On 14 January 2014, Lithuania’s National Food and Veterinary Risk Assessment Institute confirmed two ASF cases in wild boars in area bordering with Belarus (VIL, Fig. 1). Since then, the country underwent a rapid spread of ASF almost simultaneously with three other EU countries: Poland, Latvia and Estonia. To date, more than three thousand of ASF notifications in wild boars have been reported in Lithuania alone . The average prevalence of ASFV in wild boars during the 2014–2017 period was 4.69% which greatly outnumbers outbreaks among domestic pigs, where average viral prevalence was 0.86%. Despite the fact, that the number of outbreaks in pig farms was several times smaller compared to the incidence rate in wild boars, ASF is a major threat to local pig industry today. ASFV mostly affects backyard holdings that gradually ruin small-scale farming.
Although a correlation between the pig density and number of recorded pig ASF- positive cases in affected regions of Lithuania was found in 2017 (R = 0.78, p < 0.05) it did not extend to the earlier years of the study where correlation was no longer statistically significant. This can be explained by a small number of infected areas where ASF cases had only recently been detected. The analysis of combined data from Poland and the other Baltic States, conducted by a panel of European Food Safety Authority experts, found no correlation between wild boar density and ASF case notifications . However, this uncertainty probably occurs due to inaccurate data on the number of wild boars since European Union countries are lacking of standardized accounting method for wild animals. Overall, it might be concluded that population density in wild boars does not correlate with virus prevalence in a given region, but might influence the risk of virus introduction to a new wild boar group due to increase in adult male dispersal distance. In turn, maintaining a low wild boar population levels might prevent long range dispersals of adult males. In addition, low-density barrier strategy in the surrounding areas has been previously proposed  although the effectiveness of the said strategy is debatable since the lack of possible mates for migrating male boars might increase their dispersal range even more.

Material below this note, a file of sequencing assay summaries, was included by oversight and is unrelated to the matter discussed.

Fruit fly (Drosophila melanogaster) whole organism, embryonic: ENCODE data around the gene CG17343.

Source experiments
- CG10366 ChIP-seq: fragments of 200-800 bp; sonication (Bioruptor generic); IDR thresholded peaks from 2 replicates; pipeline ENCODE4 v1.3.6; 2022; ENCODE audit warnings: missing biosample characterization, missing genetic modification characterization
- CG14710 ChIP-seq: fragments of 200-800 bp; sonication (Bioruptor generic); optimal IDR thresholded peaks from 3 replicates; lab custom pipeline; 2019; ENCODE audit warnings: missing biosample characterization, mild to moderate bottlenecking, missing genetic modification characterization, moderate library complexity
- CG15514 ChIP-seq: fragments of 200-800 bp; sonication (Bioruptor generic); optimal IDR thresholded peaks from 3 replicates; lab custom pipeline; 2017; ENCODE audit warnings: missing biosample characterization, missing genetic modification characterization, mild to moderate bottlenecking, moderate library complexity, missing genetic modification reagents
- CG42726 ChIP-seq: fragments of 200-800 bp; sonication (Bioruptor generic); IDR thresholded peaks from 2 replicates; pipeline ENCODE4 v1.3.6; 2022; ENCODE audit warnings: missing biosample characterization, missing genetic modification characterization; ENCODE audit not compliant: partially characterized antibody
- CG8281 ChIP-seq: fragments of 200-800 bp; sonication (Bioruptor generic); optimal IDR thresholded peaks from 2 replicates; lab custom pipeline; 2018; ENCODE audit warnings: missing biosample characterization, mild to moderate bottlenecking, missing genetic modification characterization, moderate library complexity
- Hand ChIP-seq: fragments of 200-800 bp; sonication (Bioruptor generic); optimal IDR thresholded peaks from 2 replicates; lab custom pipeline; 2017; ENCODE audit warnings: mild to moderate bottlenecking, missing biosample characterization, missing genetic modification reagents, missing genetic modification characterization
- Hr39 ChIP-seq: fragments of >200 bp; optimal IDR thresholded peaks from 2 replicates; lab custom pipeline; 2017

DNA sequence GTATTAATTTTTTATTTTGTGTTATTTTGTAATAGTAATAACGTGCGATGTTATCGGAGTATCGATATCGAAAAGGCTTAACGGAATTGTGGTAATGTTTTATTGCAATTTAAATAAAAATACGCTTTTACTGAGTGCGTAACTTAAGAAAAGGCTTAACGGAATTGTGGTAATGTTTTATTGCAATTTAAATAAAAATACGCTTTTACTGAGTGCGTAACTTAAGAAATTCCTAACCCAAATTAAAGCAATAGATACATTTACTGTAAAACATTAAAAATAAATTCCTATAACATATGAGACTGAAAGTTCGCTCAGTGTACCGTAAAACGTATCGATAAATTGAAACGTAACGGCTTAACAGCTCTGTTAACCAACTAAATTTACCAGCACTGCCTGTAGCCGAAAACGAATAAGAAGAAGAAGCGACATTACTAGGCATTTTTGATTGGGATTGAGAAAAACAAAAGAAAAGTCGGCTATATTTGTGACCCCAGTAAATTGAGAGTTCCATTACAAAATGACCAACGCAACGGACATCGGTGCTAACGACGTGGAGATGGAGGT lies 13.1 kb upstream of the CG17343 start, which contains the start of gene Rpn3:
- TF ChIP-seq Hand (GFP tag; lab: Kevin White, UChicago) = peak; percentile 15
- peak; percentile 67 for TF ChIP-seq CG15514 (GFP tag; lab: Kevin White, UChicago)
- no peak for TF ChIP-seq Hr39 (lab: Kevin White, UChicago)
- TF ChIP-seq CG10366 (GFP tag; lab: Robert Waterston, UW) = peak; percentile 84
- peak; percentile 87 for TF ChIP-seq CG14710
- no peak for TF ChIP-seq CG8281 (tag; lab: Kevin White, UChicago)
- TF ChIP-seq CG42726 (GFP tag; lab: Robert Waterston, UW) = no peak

Our data shows that specific anti-ASFV antibodies in wild boars tested in the framework of active surveillance appear at a very low rate. Based on ELISA test results in Lithuanian wild boar serum samples, the average prevalence of ASF specific antibodies during 2014–2017 was only 0.45%. However, it indicates that some wild boars can survive early stages of ASF infection and transmit the virus. This finding is confirmed by experimental infection of pigs with Lithuanian wild boar isolate LT14/1490 that is responsible for the first ASF case in Lithuania. ASF specific antibodies were detected 17–18 days after inoculation in 33% of experimentally infected pigs, while 10% of them survived the infection showing weak and intermittent peaks of viraemia .
ASF viral DNA prevalence in hunted wild boars using PCR analysis gradually increased from 0.83 to 2.27% in 2014 to 2016 respectively. However, 2017 saw a dramatic jump in the number of ASF positive wild boar cases resulting in prevalence of 12.39%. More than fivefold increase in ASF positive wild boar cases in 2017 compared to 2016 could be explained by extensive spatial spread of ASF infection in Lithuanian wild boar population during this period, since before 2016, ASF virus in Lithuania was restricted to a limited geographical area. In addition, intense active surveillance program in 2017, emergence of ASF in naïve wild boars in previously ASF-free regions and high level of wild boar density could have contributed to elevated prevalence. Passive surveillance showed a similar increase of ASF positive cases in 2017. Process of carcass collection has been actively and successfully encouraged in Lithuania by monetary incentives for each wild boar carcass retrieved, explaining overall ASFV prevalence rate jump in 2017.